Friday, April 4, 2008

86922 farmer suicides in 2001-05: UN- The Statesman,

86922 farmer suicides in 2001-05: UN- The Statesman, India

The farmer’s debt trap to death

Can’t escape Escap

The report of the UN’s Economic and Social Commission for Asia and the Pacific (Escap) is critical not merely because of a piece of statistic ~ 86,922 suicides by farmers during 2001-05. It has been able to establish the link between farm debt and the overwhelming crisis in agriculture. The national government may have been complimented for trying to address the issue by announcing a loan-waiver; yet the subtext of the Escap report reinforces the dangerous deficiencies of the system of fiscal support to the farmer. And the issues raised have never been addressed by the government.

If the interest rates for home and car loans is lower than those for farmers, there can be little doubt over which category the Centre caters to. The report has highlighted the fact that banks and micro-finance institutions charge between 18 and 24 per cent on farm loans. Indeed, there is a lesson to be drawn from the experience of Bangladesh; for all the gift-wrapping of micro finance, the country remains mired in poverty. The indebtedness of farmers is particularly high in the agriculturally developed states where the sources of debt make a difference. Institutional credit is the major factor in Maharashtra’s Vidarbha belt where suicides by cotton-growers has assumed endemic proportions. At another remove, two-fifths of the debt across the country is owed to non-institutional agencies, specifically the money-lenders and mahajans.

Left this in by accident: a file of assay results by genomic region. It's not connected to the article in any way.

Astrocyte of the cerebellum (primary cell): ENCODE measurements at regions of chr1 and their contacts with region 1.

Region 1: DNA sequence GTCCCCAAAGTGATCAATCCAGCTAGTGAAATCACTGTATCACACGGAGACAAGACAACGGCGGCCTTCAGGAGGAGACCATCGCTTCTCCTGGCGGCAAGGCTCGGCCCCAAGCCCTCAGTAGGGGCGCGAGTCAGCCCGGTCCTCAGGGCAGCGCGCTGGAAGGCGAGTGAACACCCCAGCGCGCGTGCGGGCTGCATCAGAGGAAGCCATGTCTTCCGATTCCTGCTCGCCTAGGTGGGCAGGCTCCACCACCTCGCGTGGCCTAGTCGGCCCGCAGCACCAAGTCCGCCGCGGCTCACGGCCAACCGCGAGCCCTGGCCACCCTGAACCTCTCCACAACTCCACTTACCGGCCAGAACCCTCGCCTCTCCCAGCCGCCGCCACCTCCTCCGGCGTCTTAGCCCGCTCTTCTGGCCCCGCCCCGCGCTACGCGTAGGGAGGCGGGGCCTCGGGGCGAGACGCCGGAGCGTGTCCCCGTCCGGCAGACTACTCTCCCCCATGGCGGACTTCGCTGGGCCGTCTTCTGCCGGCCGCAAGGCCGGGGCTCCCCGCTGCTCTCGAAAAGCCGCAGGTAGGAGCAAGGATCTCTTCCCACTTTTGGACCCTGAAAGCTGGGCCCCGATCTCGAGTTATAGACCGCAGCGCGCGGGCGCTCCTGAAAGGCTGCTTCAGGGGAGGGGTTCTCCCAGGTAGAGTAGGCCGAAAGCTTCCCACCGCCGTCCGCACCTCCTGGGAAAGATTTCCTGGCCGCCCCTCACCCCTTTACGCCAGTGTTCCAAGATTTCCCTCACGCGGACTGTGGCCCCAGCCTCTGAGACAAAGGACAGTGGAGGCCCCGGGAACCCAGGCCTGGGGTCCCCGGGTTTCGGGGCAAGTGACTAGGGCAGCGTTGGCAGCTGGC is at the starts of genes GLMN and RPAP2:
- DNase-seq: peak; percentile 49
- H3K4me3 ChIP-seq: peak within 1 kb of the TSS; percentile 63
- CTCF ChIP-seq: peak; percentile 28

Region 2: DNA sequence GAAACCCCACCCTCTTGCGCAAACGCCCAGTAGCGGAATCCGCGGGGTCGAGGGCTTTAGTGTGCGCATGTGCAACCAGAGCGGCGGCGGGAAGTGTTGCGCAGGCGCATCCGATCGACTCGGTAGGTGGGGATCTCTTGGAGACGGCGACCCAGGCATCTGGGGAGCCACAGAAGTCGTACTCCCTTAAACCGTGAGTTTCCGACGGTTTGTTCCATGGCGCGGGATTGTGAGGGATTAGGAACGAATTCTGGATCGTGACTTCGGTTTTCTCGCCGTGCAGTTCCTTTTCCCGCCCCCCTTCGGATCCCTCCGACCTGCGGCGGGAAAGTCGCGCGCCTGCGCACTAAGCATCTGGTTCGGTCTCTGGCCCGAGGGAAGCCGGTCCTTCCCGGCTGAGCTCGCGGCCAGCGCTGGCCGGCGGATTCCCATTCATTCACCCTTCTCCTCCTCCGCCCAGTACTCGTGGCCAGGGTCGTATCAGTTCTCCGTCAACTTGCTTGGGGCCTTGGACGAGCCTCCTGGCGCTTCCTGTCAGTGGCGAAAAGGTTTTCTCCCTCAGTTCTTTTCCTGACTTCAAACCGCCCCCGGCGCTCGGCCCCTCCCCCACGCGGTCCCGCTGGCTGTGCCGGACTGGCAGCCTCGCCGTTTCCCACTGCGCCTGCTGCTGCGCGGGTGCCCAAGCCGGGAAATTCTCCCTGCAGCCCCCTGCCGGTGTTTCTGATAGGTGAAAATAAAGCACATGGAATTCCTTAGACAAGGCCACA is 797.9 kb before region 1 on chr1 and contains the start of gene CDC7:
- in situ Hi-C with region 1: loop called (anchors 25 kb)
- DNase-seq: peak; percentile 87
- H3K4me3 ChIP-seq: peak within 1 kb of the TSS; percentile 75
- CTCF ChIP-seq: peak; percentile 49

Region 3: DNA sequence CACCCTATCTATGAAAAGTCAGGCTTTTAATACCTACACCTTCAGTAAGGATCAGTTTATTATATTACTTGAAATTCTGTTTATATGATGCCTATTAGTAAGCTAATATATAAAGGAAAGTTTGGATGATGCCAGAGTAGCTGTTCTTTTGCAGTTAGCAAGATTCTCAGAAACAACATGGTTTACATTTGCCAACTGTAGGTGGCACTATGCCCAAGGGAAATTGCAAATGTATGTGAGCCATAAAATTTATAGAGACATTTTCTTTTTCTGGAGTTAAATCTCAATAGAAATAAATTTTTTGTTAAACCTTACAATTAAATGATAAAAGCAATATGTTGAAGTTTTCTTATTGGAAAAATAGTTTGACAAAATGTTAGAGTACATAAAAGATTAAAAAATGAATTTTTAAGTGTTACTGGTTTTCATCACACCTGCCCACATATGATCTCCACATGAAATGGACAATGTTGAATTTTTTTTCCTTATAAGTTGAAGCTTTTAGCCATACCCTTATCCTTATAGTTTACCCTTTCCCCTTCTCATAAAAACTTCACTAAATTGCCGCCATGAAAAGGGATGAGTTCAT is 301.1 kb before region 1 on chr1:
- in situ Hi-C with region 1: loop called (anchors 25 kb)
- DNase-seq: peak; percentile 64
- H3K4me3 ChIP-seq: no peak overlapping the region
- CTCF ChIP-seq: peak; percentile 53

As in other spheres of social welfare, Escap has offered more data than any government survey would have established. It will serve to fill the gaps in the periodic studies conducted by Yojana Bhavan. Escap has established what the home-grown planners have never had the nerve to try. And the data is irrefutable. Overwhelming are the ramifications of the crisis. The Rs 60,000-crore loan-waiver is at best a quick-fix solution intended primarily to yield dividend at the hustings. For the agricultural sector, however, it might mitigate the distress only very partially.


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